2020 was a film year of asterisks, where the question “what constitutes a 2020 movie?” collided with the more existential question, “what constitutes a movie, period?”
Two of my favorite “movie” experiences last year were filmed versions of Broadway productions, released on streaming platforms.
Should Lin Manuel Miranda’s Hamilton count as a movie? Would it count if it had been released in theaters, as was the plan pre-pandemic? What about David Byrne’s American Utopia, filmed by no less a screen titan than Spike Lee, but inherently a faithful depiction of his stage show?
Ordinarily, by now I’d be posting my favorite movies of the year and writing about Oscar predictions. But 2020 was no ordinary year, for movies or anything else.
The Oscars were pushed back to April, and as a result plenty of “2020” films have yet to be released anywhere I can see them. So my official list will have to wait awhile.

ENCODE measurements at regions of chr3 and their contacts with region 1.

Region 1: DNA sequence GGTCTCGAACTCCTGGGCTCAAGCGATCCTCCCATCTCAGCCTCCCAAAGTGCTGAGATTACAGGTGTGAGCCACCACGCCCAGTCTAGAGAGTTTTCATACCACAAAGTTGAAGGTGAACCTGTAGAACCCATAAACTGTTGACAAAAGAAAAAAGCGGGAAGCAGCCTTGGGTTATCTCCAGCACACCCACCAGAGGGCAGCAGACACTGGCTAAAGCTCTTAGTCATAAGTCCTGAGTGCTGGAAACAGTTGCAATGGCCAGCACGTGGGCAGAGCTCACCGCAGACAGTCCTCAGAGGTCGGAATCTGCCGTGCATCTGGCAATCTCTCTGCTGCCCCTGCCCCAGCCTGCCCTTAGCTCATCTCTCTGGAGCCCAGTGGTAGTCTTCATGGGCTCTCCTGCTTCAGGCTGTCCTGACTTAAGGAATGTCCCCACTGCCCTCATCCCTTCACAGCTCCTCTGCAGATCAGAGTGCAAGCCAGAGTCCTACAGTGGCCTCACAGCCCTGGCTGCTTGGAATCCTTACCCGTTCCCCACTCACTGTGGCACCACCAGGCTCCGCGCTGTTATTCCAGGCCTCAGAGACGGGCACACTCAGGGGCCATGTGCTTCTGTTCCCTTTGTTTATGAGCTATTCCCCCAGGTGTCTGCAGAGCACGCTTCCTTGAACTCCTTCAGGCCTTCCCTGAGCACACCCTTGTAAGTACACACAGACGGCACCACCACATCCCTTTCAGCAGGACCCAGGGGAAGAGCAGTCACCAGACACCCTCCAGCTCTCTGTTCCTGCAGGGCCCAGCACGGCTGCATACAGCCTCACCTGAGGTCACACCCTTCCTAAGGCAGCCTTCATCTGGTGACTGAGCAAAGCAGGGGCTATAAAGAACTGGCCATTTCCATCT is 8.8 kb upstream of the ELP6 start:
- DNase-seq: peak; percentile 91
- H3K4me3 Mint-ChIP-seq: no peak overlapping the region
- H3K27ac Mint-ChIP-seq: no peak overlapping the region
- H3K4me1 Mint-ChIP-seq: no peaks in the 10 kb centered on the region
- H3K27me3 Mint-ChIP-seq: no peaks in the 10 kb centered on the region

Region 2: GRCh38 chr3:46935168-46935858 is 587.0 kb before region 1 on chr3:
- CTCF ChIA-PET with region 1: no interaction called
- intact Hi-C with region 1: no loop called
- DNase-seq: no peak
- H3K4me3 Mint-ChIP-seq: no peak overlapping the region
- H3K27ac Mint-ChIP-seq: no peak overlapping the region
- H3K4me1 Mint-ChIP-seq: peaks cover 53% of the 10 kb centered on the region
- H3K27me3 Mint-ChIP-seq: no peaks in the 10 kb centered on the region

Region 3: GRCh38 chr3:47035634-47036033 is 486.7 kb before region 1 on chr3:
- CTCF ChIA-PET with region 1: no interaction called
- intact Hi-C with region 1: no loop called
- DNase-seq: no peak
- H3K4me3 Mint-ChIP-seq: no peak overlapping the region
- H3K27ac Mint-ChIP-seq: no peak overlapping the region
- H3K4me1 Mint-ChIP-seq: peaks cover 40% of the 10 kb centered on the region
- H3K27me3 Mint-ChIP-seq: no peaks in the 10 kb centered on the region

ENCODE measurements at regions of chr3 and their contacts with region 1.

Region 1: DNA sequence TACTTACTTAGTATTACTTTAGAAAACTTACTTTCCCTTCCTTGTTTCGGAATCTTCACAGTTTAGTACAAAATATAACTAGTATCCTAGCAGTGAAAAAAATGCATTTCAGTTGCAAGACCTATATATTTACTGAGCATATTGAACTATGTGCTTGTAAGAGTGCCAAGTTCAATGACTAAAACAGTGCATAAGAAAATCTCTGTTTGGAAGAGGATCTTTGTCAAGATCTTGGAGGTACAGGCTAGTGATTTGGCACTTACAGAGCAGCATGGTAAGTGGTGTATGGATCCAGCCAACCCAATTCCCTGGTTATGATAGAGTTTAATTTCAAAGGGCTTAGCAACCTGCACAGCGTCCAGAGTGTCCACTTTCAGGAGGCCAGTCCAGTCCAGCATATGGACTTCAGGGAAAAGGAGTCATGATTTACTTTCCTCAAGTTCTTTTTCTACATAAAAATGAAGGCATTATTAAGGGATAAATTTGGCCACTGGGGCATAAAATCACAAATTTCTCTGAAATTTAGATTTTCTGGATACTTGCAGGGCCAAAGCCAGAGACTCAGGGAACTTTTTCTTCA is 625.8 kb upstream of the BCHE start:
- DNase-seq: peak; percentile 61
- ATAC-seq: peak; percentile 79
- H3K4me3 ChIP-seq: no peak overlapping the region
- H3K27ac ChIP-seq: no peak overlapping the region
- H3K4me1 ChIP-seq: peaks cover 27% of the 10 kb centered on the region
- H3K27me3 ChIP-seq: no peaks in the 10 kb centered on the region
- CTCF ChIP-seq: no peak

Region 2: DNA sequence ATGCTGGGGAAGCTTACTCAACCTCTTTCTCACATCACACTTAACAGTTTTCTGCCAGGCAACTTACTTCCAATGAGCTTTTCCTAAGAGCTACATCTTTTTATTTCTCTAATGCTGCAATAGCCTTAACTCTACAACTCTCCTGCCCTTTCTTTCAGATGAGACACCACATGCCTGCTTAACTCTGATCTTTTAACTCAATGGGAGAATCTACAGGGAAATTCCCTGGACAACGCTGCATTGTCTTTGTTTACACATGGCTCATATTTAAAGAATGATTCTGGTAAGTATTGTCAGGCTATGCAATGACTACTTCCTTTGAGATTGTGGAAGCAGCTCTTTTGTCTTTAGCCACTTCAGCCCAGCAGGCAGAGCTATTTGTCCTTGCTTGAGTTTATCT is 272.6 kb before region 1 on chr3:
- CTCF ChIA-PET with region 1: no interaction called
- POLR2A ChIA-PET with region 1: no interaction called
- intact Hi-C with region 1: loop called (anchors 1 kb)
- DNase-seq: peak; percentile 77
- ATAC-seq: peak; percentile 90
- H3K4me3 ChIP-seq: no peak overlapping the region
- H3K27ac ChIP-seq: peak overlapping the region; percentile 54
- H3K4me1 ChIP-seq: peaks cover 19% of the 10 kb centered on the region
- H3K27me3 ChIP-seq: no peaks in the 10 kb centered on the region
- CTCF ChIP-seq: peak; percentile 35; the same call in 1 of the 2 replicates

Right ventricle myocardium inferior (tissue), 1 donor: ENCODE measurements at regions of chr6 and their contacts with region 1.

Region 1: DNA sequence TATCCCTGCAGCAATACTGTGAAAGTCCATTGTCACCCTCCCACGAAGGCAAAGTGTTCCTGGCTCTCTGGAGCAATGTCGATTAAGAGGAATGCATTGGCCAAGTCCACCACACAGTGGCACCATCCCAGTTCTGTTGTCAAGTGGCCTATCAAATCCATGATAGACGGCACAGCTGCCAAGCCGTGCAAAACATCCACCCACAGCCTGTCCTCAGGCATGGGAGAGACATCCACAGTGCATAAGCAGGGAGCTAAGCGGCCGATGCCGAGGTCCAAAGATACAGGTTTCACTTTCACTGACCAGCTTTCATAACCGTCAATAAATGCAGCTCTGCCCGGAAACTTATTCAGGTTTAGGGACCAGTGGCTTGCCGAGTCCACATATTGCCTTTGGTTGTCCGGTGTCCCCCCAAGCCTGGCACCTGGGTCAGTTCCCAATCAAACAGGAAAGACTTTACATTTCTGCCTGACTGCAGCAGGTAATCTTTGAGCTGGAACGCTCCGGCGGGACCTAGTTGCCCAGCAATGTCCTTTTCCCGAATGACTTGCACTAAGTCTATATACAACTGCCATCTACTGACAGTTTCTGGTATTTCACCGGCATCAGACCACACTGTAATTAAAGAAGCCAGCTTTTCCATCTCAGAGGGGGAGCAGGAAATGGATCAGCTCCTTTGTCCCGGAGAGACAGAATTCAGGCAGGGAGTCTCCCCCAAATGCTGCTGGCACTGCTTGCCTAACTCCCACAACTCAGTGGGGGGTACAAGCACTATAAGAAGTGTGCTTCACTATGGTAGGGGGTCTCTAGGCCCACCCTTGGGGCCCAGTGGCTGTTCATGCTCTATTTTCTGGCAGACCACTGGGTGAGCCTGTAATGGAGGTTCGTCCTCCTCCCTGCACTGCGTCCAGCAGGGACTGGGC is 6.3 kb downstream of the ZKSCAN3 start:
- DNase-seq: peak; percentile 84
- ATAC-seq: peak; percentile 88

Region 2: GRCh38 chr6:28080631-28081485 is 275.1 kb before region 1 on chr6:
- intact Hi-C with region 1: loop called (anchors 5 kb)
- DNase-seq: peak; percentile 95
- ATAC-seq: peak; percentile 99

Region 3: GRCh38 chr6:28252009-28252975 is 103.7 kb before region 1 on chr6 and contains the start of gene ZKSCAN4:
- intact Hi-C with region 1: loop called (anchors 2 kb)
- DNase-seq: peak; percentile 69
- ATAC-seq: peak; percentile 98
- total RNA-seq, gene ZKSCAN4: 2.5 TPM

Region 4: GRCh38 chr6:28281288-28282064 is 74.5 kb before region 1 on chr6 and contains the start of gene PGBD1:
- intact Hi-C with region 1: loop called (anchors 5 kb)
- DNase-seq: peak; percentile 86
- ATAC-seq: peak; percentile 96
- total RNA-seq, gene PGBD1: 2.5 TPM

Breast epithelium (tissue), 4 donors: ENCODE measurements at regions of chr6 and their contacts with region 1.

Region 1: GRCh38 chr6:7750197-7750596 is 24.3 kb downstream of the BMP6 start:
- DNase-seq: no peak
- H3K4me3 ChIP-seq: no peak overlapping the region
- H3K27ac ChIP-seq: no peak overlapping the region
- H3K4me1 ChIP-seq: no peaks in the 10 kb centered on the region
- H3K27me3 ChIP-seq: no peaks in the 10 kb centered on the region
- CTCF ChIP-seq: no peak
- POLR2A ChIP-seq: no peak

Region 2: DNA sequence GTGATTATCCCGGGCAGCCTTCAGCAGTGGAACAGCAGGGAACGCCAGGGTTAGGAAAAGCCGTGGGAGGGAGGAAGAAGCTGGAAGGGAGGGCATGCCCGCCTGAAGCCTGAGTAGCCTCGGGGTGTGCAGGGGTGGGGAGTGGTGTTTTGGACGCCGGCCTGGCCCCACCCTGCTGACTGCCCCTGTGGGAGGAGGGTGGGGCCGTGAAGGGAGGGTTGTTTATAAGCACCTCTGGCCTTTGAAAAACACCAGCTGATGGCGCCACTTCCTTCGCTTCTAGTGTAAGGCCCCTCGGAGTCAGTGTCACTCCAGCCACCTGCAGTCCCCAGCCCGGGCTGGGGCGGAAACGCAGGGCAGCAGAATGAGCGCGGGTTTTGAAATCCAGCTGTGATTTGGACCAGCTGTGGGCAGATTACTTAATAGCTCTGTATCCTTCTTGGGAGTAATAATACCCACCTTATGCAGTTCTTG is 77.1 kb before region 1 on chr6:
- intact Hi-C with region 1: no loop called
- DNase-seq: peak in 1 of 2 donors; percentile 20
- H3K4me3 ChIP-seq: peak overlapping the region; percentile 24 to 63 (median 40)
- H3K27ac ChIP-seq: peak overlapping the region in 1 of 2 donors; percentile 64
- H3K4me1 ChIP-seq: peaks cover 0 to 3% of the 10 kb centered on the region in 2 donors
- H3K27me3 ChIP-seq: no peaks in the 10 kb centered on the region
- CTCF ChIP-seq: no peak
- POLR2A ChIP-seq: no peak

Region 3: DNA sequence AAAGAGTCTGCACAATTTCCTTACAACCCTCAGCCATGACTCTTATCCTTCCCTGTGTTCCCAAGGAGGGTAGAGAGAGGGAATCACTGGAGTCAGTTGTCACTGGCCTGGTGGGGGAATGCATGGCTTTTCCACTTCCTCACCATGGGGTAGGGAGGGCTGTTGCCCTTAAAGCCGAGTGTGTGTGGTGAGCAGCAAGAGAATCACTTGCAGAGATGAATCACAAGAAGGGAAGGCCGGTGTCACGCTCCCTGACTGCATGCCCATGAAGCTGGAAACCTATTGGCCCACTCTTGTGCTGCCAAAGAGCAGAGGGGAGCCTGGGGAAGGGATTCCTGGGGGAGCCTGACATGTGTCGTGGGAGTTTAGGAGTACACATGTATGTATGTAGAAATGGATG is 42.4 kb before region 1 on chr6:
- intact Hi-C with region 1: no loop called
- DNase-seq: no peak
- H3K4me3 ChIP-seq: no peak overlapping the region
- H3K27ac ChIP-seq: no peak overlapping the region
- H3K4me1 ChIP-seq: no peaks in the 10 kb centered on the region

In the meantime, I’ll spend this week writing about a few different aspects of my moviegoing in 2020.
Boy, Hamilton sure is brilliant. This ditty from early in Act Two runs less than two minutes and yet captures so much of what is smart, funny and musically interesting about the work.
Coming right after the emotional George Washington send-off ‘One Last Time,’ this playful track serves as King George’s exit and a shift from the Revolutionary period to the messier work of building a new government.
The biggest entertainment-related splurge of my life came in the spring of 2016, when I coughed up $500 per ticket for my family of four to see Hamilton on Broadway. Add in airfare, hotel and meals and you’re talking one extravagant weekend.
It was worthy every goddamn penny. My family, during our peak Hamilton obsession, got to witness the original cast a couple of months before they all left the show. Literally a once in a lifetime opportunity.
Today’s Random Weekend selection comes from the Hamilton soundtrack. ‘Hurricane’ comes after Alexander Hamilton has been exposed as an adulterer, and (even worse, in his eyes) accused of money laundering.
He decides to write his way out of the situation, as he had so many other difficult times in his life, from childhood through his political career.